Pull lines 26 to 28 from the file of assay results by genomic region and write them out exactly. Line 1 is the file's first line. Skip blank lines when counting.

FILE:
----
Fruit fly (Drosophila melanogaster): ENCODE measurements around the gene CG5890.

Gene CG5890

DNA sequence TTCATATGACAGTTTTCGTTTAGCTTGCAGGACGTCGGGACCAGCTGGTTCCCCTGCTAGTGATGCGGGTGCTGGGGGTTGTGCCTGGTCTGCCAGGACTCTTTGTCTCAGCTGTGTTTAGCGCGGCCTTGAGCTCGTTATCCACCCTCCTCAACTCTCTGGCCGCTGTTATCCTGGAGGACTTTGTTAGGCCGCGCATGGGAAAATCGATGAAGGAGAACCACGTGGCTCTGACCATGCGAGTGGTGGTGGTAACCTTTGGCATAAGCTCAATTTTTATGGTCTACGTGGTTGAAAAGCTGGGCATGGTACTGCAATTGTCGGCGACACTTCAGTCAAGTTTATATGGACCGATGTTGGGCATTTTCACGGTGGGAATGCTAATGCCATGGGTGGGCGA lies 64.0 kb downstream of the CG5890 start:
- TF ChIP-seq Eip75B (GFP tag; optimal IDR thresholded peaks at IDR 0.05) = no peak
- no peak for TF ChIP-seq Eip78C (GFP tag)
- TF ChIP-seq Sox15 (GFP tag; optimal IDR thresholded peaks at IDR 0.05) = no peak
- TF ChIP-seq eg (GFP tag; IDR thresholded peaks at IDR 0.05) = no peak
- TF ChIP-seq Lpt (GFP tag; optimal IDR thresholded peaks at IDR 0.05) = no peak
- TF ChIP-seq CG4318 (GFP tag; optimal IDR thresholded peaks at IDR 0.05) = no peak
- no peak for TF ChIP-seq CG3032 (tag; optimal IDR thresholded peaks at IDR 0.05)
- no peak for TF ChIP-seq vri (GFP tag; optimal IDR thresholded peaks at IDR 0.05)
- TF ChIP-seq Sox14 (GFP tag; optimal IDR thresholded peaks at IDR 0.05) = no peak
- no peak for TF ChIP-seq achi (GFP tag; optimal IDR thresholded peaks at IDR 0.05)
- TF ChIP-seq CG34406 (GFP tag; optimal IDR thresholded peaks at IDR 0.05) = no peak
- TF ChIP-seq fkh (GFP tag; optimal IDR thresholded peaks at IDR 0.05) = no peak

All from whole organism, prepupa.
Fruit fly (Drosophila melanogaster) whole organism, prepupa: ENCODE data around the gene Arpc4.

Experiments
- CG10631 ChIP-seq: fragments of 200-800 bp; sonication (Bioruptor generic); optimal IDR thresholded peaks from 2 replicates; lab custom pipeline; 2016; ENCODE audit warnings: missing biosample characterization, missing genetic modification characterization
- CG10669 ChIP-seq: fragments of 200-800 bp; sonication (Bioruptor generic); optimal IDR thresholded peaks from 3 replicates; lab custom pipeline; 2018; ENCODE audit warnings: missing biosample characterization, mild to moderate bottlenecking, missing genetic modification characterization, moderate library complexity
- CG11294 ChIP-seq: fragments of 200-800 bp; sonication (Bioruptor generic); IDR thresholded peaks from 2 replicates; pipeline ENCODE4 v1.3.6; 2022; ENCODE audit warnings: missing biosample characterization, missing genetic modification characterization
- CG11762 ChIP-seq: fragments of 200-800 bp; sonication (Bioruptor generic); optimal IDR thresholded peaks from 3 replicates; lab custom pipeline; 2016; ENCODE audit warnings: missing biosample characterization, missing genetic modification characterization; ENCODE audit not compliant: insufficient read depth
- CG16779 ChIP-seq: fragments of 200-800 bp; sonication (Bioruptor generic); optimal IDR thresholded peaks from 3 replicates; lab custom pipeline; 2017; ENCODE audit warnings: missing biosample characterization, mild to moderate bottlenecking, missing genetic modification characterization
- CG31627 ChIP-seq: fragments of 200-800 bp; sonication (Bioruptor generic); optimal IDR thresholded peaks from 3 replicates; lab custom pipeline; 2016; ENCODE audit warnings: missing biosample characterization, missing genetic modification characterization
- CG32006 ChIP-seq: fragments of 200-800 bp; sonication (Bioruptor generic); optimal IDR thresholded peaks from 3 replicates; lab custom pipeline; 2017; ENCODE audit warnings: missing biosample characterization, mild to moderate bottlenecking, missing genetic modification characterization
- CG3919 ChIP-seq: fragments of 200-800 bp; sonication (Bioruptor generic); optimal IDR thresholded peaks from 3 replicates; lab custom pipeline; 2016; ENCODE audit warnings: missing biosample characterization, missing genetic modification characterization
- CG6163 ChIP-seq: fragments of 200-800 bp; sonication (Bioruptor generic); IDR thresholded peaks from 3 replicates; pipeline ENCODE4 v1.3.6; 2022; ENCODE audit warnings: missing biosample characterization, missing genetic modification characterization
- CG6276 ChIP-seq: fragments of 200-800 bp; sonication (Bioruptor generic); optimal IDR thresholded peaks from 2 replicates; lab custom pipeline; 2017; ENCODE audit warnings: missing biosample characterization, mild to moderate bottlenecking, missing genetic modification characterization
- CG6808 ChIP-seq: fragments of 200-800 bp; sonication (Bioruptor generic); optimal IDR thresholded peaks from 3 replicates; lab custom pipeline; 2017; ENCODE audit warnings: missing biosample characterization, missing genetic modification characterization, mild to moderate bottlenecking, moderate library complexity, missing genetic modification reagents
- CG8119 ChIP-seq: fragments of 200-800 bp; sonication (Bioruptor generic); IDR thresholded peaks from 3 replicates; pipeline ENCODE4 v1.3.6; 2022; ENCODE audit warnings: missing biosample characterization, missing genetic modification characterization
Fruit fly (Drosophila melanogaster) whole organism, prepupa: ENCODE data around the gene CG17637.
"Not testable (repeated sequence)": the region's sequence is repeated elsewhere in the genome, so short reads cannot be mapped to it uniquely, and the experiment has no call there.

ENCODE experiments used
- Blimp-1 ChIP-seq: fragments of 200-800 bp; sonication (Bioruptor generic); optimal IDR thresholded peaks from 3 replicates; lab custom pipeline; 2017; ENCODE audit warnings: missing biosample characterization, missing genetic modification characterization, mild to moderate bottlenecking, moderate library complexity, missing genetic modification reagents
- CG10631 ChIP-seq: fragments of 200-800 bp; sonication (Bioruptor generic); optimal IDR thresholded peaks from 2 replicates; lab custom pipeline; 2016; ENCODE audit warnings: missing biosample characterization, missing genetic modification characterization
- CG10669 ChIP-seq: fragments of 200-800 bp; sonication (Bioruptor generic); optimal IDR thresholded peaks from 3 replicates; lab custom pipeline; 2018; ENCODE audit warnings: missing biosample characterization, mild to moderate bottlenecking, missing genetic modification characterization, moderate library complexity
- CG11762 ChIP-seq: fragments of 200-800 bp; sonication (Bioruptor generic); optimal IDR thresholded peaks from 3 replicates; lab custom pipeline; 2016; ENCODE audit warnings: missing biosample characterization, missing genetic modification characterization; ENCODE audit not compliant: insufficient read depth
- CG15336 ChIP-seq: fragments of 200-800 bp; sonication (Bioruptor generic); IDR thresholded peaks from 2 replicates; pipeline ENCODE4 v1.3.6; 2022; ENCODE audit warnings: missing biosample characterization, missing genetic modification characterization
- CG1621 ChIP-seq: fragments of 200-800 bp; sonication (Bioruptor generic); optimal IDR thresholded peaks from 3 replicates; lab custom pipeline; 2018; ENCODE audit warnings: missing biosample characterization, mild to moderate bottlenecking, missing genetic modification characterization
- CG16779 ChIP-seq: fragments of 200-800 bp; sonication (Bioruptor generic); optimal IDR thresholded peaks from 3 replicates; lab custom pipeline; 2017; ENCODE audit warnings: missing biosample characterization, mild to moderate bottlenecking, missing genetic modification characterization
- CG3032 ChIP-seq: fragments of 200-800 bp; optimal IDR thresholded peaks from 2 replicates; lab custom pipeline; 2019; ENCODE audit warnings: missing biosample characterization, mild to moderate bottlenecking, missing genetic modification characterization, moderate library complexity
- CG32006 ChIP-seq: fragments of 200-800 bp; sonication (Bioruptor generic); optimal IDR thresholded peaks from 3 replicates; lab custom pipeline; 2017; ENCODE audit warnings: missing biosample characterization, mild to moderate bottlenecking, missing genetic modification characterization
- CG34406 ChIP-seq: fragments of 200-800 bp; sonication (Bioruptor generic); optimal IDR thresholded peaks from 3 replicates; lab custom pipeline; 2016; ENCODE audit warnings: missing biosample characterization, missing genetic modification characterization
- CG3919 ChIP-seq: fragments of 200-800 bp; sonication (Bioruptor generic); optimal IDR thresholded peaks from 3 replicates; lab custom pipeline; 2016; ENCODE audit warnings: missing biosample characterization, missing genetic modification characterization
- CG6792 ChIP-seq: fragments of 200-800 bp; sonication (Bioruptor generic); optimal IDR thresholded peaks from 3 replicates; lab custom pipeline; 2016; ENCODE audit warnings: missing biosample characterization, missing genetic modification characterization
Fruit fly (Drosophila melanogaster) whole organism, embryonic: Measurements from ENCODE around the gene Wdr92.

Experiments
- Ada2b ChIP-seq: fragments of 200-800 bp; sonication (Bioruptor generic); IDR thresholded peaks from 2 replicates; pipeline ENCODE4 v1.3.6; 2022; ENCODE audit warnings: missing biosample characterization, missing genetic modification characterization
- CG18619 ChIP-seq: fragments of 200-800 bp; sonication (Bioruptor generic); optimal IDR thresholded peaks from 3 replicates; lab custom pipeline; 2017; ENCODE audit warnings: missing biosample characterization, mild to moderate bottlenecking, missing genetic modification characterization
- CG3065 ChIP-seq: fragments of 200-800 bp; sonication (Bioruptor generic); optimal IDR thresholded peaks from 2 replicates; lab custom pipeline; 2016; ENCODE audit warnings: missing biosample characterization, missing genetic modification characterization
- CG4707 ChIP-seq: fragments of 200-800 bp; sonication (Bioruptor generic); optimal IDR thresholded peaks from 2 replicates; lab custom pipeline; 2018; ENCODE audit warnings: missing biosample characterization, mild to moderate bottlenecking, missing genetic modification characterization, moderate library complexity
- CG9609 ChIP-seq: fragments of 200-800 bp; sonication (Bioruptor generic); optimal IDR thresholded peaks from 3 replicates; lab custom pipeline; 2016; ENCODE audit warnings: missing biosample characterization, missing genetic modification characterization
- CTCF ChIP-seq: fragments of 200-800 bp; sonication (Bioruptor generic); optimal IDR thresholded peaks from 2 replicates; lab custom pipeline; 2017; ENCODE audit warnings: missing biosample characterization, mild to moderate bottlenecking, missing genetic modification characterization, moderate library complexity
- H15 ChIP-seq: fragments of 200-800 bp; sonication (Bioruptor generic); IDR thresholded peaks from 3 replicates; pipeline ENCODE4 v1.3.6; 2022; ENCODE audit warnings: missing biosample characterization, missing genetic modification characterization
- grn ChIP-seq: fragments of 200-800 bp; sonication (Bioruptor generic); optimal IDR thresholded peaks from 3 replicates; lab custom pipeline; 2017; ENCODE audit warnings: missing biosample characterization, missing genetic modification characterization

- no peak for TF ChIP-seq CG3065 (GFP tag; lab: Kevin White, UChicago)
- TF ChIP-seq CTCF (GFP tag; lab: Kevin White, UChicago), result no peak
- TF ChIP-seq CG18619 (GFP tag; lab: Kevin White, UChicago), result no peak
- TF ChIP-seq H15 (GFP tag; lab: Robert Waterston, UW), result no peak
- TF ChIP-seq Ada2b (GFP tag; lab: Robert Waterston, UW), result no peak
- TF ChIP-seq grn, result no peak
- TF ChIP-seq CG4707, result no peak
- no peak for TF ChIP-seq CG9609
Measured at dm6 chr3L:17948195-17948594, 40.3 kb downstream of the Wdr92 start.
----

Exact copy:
- CG3919 ChIP-seq: fragments of 200-800 bp; sonication (Bioruptor generic); optimal IDR thresholded peaks from 3 replicates; lab custom pipeline; 2016; ENCODE audit warnings: missing biosample characterization, missing genetic modification characterization
- CG6163 ChIP-seq: fragments of 200-800 bp; sonication (Bioruptor generic); IDR thresholded peaks from 3 replicates; pipeline ENCODE4 v1.3.6; 2022; ENCODE audit warnings: missing biosample characterization, missing genetic modification characterization
- CG6276 ChIP-seq: fragments of 200-800 bp; sonication (Bioruptor generic); optimal IDR thresholded peaks from 2 replicates; lab custom pipeline; 2017; ENCODE audit warnings: missing biosample characterization, mild to moderate bottlenecking, missing genetic modification characterization